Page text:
‘Binzagr Unilever’, the Saudi Arabian arm of one of the world’s leading FMCG companies, celebrated Global Handwashing Day on October 15th 2015 by visiting 30 schools across the kingdom to educate over 15,000 children on the importance of handwashing in preventing the spread of infectious diseases.
The Global Handwashing Day programme and school visits were led by the company’s handwashing soap brand, ‘Lifebuoy’.
Global Handwashing Day, held in over 100 countries on the same day, is an occasion that global company Unilever helped co-found in 2008 through its Lifebuoy brand. In Saudi Arabia, the day added to a 9-month long outreach campaign by ‘Binzagr Unilever’ in collaboration with its ‘Lifebuoy Arabia’ brand that targeted families with a message of improving health, hygiene and quality of life across the country.
The campaign, which ran in mosques, malls, kiosks and supermarkets, and was bolstered by 2 million SMSes during Ramadan, reached over 2.2 million consumers.
“Binzagr Unilever is committed to making a difference to global health. Our world is changing, and we are more at risk from diseases and viruses such as diarrhoea, pneumonia, and MERS-CoV. We realize that our society and people are becoming more concerned about keeping themselves and their loved ones safe from infectious diseases. We are empowering people in Saudi Arabia to fight disease and improve quality of life and health. Global Handwashing Day, which was co-founded by the UNICEF and our Lifebuoy brand, gave us the opportunity to build on existing campaigns to deliver a powerful message in favour of health through handwashing,” said Hossam Khattab, Marketing Director, Binzagr Unilever.
Unilever KSA’s existing campaign momentum was accelerated by its Global Handwashing Day outreach programme. Unilever KSA team members visited children across schools in Riyadh, Jeddah and Dammam. Campuses visited included the well-known Dar Al Rowad typical School in Jeddah.
“We are constantly taking initiatives to improve health and wellbeing for Saudi Arabia’s population, and we find that creating good habits early on is an effective method of addressing health concerns. Even simple actions like handwashing can have a tremendous impact on overall health,” added Khattab.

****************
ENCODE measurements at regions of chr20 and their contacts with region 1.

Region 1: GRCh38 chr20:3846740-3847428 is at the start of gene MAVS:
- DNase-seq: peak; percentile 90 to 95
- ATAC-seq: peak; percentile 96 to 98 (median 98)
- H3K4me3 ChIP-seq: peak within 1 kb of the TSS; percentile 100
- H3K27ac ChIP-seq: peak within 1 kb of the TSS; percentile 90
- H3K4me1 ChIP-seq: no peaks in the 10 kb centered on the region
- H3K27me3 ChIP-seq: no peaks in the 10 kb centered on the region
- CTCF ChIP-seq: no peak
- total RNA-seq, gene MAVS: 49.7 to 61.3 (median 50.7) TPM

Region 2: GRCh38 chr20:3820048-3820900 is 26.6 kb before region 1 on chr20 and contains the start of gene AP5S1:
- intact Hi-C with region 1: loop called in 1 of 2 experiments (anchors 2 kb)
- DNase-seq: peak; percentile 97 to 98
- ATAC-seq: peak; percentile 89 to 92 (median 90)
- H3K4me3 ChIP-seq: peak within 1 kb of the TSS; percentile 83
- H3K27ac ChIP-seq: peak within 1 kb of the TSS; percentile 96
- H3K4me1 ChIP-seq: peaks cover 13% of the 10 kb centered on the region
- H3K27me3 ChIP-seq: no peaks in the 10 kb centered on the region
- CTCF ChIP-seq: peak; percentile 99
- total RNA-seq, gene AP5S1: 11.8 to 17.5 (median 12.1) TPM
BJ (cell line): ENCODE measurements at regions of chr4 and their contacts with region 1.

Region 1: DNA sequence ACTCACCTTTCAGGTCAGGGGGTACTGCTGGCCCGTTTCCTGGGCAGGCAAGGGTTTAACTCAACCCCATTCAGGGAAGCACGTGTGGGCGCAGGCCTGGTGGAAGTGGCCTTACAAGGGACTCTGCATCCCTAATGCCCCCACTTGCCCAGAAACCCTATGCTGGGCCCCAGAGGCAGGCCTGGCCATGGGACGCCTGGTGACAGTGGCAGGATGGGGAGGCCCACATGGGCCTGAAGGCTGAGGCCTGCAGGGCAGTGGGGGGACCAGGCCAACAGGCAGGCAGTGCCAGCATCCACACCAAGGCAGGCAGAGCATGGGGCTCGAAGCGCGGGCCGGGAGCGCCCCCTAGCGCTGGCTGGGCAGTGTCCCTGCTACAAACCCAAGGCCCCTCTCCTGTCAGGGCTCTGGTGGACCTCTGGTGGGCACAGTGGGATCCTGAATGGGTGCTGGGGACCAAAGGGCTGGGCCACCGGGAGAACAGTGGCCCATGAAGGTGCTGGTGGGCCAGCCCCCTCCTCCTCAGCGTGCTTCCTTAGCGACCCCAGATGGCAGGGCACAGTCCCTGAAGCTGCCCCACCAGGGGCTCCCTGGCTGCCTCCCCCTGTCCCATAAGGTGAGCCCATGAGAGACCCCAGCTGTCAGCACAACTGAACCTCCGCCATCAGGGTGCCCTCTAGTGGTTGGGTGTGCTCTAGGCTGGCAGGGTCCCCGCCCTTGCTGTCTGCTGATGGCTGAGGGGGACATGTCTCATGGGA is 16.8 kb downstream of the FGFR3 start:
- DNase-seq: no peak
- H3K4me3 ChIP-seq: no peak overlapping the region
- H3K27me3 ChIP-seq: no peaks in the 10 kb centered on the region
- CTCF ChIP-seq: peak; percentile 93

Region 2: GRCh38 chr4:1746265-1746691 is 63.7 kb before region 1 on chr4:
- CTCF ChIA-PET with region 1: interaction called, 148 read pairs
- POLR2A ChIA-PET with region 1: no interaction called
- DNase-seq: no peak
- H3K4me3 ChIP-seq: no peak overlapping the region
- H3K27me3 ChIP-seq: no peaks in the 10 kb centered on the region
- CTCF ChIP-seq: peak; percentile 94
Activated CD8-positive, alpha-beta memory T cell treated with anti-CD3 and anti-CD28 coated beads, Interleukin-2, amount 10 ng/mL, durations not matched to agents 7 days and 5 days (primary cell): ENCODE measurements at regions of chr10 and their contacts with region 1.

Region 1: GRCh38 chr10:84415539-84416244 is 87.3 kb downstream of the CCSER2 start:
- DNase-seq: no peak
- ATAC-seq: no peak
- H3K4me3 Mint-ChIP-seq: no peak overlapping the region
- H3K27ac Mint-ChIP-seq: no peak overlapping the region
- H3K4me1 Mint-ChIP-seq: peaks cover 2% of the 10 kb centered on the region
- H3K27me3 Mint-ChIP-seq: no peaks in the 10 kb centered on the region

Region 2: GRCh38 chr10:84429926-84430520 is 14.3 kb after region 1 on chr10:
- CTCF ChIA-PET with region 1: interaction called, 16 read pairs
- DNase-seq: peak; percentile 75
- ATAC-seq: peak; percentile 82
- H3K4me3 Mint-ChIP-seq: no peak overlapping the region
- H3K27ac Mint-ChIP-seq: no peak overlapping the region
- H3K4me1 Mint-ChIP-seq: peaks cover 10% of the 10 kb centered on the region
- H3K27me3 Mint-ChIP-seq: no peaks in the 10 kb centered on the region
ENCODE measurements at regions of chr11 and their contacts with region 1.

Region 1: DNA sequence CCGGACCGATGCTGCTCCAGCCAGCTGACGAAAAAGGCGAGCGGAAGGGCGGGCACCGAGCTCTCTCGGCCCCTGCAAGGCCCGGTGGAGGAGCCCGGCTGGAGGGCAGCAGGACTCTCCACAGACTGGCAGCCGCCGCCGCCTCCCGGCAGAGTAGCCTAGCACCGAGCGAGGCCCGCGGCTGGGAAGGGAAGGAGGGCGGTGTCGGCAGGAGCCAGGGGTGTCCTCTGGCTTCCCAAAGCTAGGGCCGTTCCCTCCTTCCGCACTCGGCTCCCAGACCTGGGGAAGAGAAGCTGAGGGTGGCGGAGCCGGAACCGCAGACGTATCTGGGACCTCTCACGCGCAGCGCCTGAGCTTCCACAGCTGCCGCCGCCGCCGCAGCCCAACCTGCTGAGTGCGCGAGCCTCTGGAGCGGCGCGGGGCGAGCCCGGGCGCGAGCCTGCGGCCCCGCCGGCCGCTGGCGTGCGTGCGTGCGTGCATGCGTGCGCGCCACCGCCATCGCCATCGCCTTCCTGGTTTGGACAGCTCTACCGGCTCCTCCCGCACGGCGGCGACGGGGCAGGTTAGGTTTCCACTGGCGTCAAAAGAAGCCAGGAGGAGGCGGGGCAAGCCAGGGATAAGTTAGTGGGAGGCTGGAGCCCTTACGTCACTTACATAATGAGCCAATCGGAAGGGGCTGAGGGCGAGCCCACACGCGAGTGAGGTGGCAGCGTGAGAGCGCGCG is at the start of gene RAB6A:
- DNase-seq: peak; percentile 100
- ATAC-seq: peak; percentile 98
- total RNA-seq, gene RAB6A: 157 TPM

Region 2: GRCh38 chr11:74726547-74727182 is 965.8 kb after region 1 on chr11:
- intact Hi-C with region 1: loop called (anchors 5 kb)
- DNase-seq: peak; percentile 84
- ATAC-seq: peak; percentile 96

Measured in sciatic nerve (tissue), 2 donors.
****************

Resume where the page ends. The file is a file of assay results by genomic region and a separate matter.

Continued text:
The Lifebuoy Arabia brand of soaps and hygiene products served as a vehicle to demonstrate the effectiveness of handwashing when done properly and with high quality products.
“Lifebuoy products have been re-launched to take advantage of an improved innovative formula that offers up to 10 times the protection of normal soap. Lifebuoy is the world’s only line of soap products approved by the Royal Society of Public Health in London. Through events like the Global Handwashing Day, Lifebuoy is committed to making a tangible difference across Saudi Arabia and the world in terms of improving lives through its health and hygiene programmes. These aims form core tenets of the Unilever MENA Sustainable Living Plan,” concluded Khattab.
Globally, Lifebuoy runs the world’s largest hygiene behaviour change programme that has already reached over 257 million people across 24 countries since 2010. In 2015 only, the brand aims to reach 100 million. As part of Lifebuoy’s commitment to decreasing child mortality and to the Unilever’s Sustainable Living Plan, the brand is aiming to change the handwashing behaviour of one billion people by 2020.
On the international stage, Unilever has taken a strong stand on child mortality through initiatives including its Global Handwashing Day. Grouped under the message of “Help a child reach 5,” Unilever is raising awareness of the fact that 40% of the 180,000 under-five deaths occurring every day happen within the first 28 days of a newborn’s life – where the child is particularly vulnerable to infection. Diarrhoea alone accounts for 3,000 children dying before their fifth birthday.
Simple hygiene procedures, such as washing hands with soap, can present an effective, cost effective way of preventing disease. Neonatal mortality rates have been shown to reduce as much as 41% when newborns are handled by birth attendants and mothers with careful handwashing habits.